Among those three, the police union was the earliest to challenge the city, and its case has the most striking dynamic: the very people asked to fight terrorism are claiming that the city’s new antiterrorism tools have been bluntly and illegally applied to the exercise of their own civil rights.
“It puts the whole issue into stark relief,” said Elizabeth McNamara, a lawyer who represents the P.B.A. and other unions in the suit.
In July and August 2004, a few dozen off-duty officers — joined at times by firefighters — popped up at places where Mayor Michael R. Bloomberg was scheduled to appear, chanting and handing out leaflets about labor negotiations.
The unions maintain that their demonstrations, in the weeks before the 2004 Republican National Convention opened in New York, embarrassed the mayor just as the national press corps was turning its attention to the city, and that the Police Department responded by cracking down. They are seeking a court declaration that their rights have been violated, as well as damages.
Lawyers for the city say that police union members pestered truck drivers making deliveries, obstructed sidewalks near the mayor’s home, and taunted the mayor’s press secretary by saying they knew where he lived. The Police Department, the city lawyers say, is neutral about political messages and used barricades and other crowd control methods only to protect the rights of the public and to keep order.
However, the police union said it had uncovered evidence that the department took a keen interest in what the demonstrators were saying, not just how they said it.
During a deposition of the chief of department, Joseph Esposito, who is the department’s top uniformed official, Ms. McNamara read parts of a report prepared by the department’s Internal Affairs Bureau, which noted that the protesters included members of the Police and Fire Department unions.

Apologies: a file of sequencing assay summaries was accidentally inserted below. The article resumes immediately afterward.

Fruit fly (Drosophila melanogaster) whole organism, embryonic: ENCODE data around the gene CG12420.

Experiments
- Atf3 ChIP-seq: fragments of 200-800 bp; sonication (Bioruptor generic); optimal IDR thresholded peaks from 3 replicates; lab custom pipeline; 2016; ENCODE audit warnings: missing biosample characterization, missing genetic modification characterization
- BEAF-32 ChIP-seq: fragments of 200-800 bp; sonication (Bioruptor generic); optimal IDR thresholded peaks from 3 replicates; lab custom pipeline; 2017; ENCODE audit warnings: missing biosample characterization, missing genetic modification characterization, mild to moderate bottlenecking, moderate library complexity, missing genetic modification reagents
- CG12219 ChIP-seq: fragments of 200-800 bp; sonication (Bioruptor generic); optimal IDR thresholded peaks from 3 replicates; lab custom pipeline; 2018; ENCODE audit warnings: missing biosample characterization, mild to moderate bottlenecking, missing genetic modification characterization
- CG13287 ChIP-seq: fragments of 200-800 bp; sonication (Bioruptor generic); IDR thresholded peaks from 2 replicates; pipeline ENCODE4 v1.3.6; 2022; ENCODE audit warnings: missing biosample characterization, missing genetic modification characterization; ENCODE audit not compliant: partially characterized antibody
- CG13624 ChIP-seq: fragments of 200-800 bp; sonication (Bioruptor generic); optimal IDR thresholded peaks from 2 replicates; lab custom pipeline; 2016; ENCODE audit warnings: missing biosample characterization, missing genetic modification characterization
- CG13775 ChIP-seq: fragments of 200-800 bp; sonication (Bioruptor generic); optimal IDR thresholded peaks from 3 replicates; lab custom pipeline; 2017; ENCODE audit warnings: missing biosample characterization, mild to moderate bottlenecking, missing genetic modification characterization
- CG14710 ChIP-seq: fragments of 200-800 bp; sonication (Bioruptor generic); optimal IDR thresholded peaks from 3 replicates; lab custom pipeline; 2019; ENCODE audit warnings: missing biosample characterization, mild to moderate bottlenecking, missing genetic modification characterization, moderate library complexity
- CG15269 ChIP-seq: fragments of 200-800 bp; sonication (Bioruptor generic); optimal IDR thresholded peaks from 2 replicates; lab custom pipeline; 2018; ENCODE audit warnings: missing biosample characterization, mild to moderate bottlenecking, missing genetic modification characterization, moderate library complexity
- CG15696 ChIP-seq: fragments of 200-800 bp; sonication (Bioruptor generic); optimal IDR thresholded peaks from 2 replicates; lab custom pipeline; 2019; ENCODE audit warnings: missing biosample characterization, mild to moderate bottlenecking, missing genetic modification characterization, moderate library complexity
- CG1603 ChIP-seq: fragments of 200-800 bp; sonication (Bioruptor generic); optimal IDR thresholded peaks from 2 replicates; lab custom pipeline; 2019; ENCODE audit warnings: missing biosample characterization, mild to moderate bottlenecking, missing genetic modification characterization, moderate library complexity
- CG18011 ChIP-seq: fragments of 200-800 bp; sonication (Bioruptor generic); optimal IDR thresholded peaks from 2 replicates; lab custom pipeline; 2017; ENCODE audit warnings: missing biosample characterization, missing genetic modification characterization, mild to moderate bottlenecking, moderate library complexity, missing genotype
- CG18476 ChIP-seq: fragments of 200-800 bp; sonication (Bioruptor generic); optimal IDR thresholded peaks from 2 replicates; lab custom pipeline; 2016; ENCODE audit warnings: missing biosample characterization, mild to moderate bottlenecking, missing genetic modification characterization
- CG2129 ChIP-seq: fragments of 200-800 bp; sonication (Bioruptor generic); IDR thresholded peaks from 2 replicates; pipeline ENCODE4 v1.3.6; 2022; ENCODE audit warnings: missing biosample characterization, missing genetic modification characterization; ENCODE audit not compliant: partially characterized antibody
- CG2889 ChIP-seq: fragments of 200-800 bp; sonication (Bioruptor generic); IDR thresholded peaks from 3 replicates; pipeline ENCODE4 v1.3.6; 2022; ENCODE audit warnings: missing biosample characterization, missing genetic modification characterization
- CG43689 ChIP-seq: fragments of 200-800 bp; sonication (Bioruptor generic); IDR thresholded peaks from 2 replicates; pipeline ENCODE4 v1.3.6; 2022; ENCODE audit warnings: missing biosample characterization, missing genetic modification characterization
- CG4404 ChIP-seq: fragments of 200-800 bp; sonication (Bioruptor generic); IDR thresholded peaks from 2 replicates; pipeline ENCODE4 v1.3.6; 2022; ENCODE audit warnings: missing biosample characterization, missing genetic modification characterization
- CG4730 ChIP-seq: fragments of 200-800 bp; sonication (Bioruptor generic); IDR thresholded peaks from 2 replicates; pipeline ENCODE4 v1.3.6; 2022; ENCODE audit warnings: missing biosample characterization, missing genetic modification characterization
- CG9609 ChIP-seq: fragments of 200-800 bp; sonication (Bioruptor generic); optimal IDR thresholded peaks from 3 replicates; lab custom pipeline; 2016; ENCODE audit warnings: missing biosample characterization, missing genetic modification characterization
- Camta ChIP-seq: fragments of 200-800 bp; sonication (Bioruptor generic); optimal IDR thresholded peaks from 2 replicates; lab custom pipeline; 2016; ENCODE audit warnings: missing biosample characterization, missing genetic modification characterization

“In Paragraph 4, it says that members of both departments called out to the mayor for pay raises,” Ms. McNamara said, according to the court transcript, “In Paragraph 5, it notes that the protesters clapped and cheered when former Mayor Koch appeared.”
She asked, “What would be the basis for them recording the content of the protesters’ demonstrations?”
Chief Esposito responded, “Just to record what they observed.”
At a hearing in Federal District Court in Manhattan, Ms. McNamara said the videotaping was punitive. “There was no basis whatsoever for employing the Internal Affairs Division to videotape the police officers except as a means of political harassment,” she said. “There wasn’t suspicion of criminal activity.”
Mark Muschenheim, a lawyer for the city, said that Police Commissioner Raymond W. Kelly ordered the videotaping for legitimate reasons. “There were threats made to the mayor’s press secretary during these demonstrations,” Mr. Muschenheim said. “That was a decision made by the police commissioner because the demonstrations were getting out of hand.”
At Chief Esposito’s deposition, Ms. McNamara asked, “Would there be any reason, to your knowledge, for them to be taping the protest to zoom in and individually photograph each officer at the protest?”
“I don’t know,” he replied.